New Year’s Eve
New Year’s Eve was a rare relaxing day for an emperor during the Northern Song Dynasty. The Palace would hold a grand “Big Nuo” celebration to welcome gods and expel evil spirits. People wore different masks and paraded along the streets. At midnight, the sound of firecrackers from the Palace could be heard.
For ordinary people, there were two important things to do during the New Year’s Eve: first was, eating New Year’s Eve dinner together as a family. The second was, staying up all night on New Year’s Eve. New Year’s Eve dinner typically lasted all night as family members ate slowly and enjoyed each others’ company with an indescribable warmth in their hearts. Fish was an indispensable dish. The Chinese characters for “Fish” and “I” are homonyms, and it was a symbol of auspicious surplus.
At midnight, people would begin to set off firecrackers to dispel ghosts and monsters. Since the invention of gunpowder during the Song Dynasty, firecrackers developed into paper tubes bundling gunpowder or hemp stems wrapping gunpowder that were compiled into strings to be fired together. They were known as compiled guns, and have been popular since. Chinese people long for the New Yearfilled with the sound of firecrackers. (between New Year and filled, there shouldn’t be a comma.)
After setting off firecrackers, people would return home to pay their respects to Heaven and Earth, ancestors, and gods. Adults also gave children the New Year lucky money. After that, everyone would sit around to chat and play games throughout the night.
Chinese New Year’s Day
In the early morning of New Year’s Day, people would begin what was known as the “New Year’s Visit”. As for some high-ranking officials and noble lords, if they had too many neighbors, relatives and friends to greet door to door, they would send their servants with name cards, which were called “flying posts”, similar to today’s greeting cards.
Decorated tents were set up in the main streets of Kaifeng (the capital city during the Song Dynasty) where jewelry, clothes, shoes, cosmetics, flowers and toys were sold. Also, singing, dancing and acrobatic performances were held in some of the tents. Many people, rich and poor, dressed in new clothes and came out to shop on the busy streets of the capital.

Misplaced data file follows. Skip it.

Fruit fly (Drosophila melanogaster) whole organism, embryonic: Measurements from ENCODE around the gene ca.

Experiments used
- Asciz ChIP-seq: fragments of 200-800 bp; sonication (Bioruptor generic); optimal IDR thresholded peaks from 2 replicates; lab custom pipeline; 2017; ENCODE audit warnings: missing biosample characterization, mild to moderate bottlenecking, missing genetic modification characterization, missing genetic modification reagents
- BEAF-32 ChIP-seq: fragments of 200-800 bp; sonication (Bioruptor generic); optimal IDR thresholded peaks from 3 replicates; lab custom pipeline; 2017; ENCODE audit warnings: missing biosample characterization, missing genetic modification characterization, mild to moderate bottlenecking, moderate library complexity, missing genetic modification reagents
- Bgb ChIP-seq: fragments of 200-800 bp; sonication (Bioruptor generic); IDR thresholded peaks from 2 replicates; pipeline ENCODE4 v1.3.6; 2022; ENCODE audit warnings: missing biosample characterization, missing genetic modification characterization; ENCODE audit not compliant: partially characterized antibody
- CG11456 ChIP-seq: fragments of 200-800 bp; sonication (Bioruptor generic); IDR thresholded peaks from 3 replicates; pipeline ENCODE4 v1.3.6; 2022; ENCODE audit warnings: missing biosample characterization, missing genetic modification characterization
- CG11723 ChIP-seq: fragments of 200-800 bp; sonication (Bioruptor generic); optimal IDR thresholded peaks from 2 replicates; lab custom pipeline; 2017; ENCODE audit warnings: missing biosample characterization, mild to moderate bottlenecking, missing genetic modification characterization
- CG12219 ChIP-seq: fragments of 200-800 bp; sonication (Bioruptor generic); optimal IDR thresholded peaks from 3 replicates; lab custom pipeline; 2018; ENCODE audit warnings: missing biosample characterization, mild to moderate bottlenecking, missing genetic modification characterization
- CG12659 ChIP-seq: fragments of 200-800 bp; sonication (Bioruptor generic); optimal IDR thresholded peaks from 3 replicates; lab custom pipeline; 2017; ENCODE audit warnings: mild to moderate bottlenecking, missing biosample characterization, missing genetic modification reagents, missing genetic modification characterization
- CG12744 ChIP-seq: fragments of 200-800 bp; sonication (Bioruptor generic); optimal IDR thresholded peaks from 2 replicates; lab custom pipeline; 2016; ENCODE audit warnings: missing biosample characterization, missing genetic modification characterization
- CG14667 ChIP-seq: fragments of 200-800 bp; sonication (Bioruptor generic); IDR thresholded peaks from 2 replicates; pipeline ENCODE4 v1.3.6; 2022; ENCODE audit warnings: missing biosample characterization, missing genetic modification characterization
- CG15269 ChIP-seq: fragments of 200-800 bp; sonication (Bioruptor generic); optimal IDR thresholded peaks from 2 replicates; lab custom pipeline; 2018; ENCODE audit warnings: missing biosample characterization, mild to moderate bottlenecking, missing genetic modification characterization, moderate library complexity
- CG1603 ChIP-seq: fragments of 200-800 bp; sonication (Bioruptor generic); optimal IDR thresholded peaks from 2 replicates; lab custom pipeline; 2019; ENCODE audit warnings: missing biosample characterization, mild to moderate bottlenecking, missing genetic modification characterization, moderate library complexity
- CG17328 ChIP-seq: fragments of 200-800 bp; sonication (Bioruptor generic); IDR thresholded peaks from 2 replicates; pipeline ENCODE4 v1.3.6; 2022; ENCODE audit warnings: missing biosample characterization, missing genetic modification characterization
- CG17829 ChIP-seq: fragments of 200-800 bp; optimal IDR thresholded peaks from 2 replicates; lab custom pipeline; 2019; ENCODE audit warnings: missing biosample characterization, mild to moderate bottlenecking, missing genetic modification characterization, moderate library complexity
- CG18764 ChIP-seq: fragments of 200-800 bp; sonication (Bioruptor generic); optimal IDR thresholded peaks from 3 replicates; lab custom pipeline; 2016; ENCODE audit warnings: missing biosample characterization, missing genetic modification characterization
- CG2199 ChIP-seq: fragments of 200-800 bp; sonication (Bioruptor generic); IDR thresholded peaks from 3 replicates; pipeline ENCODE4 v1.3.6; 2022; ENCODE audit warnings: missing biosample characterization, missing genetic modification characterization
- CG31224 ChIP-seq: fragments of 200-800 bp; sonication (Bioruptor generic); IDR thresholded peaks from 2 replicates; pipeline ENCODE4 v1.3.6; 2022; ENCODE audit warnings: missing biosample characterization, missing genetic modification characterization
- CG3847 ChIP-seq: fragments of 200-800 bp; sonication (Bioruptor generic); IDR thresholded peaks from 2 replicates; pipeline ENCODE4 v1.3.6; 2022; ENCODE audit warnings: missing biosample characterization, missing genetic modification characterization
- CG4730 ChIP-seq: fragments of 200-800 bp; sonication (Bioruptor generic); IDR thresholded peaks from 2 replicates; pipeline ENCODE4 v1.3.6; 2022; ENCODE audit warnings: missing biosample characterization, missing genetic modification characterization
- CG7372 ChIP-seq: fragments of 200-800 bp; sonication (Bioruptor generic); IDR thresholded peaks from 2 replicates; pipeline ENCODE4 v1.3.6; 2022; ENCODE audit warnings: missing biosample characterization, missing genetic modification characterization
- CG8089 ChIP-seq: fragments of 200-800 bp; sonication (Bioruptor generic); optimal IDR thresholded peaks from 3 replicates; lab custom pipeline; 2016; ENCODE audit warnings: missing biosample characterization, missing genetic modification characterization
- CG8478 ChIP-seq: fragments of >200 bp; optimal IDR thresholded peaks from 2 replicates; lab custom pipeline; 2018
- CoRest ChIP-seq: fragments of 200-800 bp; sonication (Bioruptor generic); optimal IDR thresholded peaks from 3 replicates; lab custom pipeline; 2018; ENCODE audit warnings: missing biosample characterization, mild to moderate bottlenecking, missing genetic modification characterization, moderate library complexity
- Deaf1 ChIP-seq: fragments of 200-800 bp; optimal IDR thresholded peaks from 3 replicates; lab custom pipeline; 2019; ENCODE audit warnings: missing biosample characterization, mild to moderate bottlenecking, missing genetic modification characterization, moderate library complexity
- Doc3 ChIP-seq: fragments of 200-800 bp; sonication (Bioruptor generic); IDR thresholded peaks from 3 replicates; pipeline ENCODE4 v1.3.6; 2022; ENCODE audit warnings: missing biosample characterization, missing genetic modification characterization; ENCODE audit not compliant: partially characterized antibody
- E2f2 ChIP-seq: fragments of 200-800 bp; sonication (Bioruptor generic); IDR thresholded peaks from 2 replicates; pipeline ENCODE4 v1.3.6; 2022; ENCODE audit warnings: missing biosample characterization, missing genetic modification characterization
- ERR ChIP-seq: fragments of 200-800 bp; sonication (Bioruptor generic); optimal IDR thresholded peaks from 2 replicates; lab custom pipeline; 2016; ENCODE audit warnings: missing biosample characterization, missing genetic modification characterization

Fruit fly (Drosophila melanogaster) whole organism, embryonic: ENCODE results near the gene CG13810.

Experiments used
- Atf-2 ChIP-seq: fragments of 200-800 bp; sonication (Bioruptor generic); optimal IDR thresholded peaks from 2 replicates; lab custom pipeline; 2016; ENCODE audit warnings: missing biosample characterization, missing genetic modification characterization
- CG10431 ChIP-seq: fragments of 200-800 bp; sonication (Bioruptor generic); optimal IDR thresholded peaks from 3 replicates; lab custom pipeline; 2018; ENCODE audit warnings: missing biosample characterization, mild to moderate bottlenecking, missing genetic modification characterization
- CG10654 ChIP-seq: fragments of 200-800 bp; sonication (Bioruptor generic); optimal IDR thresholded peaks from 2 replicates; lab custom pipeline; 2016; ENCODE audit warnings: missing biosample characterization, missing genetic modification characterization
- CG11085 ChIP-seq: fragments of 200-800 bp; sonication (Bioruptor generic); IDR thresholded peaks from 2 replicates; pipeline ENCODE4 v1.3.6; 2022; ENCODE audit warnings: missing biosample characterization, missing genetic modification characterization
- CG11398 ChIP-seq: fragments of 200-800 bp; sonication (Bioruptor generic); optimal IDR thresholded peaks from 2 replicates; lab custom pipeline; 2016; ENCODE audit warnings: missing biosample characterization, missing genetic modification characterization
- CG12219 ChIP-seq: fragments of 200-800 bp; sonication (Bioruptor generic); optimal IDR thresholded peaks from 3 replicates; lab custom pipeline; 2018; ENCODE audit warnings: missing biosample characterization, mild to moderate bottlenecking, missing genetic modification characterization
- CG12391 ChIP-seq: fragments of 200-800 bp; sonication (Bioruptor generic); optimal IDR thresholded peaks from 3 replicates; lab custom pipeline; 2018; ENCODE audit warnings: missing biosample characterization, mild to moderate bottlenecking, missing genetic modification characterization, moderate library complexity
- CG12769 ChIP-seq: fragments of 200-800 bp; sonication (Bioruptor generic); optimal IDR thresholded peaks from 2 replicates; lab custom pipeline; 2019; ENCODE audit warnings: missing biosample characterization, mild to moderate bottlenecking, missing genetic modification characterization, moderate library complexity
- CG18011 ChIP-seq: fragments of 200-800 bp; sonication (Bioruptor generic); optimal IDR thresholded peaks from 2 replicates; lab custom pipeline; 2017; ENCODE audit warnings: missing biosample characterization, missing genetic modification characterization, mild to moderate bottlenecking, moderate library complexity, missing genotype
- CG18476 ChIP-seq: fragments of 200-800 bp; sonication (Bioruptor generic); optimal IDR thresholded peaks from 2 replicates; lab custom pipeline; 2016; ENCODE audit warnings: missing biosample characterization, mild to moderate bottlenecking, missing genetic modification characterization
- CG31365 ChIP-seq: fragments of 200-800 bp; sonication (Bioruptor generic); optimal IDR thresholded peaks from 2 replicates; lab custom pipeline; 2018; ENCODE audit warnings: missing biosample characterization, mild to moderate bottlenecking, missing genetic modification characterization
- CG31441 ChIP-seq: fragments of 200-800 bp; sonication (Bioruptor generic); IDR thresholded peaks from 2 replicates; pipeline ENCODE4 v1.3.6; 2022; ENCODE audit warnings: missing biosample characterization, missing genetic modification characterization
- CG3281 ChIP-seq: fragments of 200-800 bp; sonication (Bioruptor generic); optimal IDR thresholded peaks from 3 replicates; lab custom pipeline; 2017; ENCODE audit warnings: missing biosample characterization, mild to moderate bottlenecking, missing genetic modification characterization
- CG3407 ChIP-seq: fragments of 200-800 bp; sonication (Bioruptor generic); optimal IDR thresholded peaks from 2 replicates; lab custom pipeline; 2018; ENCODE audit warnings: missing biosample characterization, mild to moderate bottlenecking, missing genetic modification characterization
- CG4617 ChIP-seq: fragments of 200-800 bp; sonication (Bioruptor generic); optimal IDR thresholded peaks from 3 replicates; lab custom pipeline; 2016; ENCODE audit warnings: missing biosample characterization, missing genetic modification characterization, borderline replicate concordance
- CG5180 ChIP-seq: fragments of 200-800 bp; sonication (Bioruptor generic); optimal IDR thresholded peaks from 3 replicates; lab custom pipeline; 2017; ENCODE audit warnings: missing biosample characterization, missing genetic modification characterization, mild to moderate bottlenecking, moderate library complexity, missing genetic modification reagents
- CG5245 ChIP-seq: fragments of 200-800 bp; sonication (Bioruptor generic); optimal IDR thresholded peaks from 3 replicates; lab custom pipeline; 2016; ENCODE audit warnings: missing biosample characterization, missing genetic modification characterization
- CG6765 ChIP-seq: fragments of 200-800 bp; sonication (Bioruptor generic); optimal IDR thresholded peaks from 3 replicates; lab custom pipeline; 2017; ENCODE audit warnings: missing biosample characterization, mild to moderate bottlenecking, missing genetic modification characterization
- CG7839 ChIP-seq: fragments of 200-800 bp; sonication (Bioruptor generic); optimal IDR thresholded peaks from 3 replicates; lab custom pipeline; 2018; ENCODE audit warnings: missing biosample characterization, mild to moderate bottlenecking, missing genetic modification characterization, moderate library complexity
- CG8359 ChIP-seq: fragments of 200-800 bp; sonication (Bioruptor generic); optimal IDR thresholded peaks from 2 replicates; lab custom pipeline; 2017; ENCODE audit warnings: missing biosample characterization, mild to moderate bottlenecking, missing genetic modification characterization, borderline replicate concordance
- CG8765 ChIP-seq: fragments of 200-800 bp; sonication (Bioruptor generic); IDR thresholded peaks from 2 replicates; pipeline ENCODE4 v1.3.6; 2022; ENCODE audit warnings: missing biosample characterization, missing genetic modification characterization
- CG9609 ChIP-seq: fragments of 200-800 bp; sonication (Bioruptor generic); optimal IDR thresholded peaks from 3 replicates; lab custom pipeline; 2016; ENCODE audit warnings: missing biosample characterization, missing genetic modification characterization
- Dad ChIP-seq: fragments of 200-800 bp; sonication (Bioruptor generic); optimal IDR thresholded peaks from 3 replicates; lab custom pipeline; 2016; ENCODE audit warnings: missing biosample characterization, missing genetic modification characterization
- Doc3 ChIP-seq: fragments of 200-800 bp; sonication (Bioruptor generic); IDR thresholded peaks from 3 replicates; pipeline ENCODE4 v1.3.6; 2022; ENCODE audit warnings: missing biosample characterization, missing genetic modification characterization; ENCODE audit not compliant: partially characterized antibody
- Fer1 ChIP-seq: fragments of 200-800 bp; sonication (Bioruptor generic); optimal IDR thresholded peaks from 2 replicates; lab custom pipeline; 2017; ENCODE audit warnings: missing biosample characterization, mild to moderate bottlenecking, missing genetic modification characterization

On this day, a grand morning meeting would be held in the Palace, where the emperor would receive greetings from ministers and foreign envoys. Envoys from Liao, Western Xia, Korea, Uighur, Dali, Dashi and other countries went up to the Palace to pay respects and offerings. The emperor of the Song Dynasty would reward the envoys respectively. After the morning meeting, envoys from different countries would tour and join in the festivities in the capital city.
The Lantern Festival is celebrated on the 15th day of the first month in the Chinese calendar. The night of the fifteenth is the first full moon of the New Year. During the festival days, tents would be set up in Kaifeng, where performances would be held with singing, dancing and acrobatics, as well as magic shows and feats of supernormal abilities.
On the first day of the Lantern Festival, the emperor would visit the Xuande Building, where he would watch the folk customs through a curtain. A stage was also specially set up downstairs with armed Imperial Guards standing on both sides, where artists from the imperial music office performed song and dance, as well as drama.
On 16th of the first month, after breakfast, the emperor would once again visit Xuande Building and meet people. After the departure of the emperor, all the official families would visit Xiangguo Temple. A music tent was set up in front of the main hall of the monastery, where artists performed music. In addition, other monasteries in the city of Kaifeng were opened for people to burn incense and worship Buddhas. Tents were set up to play music and lanterns were lit.
Uniquely designed lanterns in each horse shop, fragrant herbal medicine shop, tea house and tavern, often attracted passerbys to stop and admire them. In addition to enjoying the display of the lanterns, visitors could also enjoy a variety of food in the streets.
By 18th of the first month, all lanterns would have been removed, and the noise and excitement would not reappear until the following New Year.
Traces of customs from thousands of years ago can still be seen today, and the Chinese New Year remains a grand festival that stirs much anticipation.
Author: New San Cai Editorial